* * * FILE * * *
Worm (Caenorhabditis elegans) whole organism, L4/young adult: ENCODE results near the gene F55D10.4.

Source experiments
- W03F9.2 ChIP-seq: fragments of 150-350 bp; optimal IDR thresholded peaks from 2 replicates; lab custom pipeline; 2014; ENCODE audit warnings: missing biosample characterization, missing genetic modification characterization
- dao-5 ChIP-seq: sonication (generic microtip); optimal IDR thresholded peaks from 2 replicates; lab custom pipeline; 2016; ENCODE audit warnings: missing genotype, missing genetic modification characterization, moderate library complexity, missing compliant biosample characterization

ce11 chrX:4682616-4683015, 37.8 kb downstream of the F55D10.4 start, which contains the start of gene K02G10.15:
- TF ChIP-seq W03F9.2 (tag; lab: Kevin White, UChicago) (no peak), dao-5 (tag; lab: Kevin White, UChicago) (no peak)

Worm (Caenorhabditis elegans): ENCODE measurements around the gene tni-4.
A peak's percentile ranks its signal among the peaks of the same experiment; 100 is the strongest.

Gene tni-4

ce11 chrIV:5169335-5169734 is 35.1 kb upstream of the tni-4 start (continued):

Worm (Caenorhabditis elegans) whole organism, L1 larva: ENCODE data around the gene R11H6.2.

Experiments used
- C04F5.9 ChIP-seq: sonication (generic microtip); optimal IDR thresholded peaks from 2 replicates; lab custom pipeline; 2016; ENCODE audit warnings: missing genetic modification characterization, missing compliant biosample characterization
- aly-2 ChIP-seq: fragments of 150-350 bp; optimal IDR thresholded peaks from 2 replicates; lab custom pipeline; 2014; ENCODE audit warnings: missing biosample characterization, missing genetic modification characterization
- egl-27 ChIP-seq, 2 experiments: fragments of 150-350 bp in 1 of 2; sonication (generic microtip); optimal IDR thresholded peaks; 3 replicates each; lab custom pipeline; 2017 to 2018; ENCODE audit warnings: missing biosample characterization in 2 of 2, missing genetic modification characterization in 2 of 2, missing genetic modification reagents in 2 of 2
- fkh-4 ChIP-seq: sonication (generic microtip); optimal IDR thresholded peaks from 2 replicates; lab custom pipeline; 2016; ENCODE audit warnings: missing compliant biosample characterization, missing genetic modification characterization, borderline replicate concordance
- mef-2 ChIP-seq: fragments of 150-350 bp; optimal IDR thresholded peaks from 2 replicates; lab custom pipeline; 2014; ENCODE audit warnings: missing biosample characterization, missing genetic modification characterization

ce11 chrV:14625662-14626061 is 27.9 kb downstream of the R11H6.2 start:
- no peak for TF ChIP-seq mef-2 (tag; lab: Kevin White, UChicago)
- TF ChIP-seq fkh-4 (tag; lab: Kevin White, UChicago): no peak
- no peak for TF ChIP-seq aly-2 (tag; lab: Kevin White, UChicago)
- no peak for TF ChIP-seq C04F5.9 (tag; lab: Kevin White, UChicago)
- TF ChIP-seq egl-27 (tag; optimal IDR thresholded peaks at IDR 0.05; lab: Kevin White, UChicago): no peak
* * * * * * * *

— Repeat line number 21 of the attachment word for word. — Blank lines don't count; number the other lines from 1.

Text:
- no peak for TF ChIP-seq aly-2 (tag; lab: Kevin White, UChicago)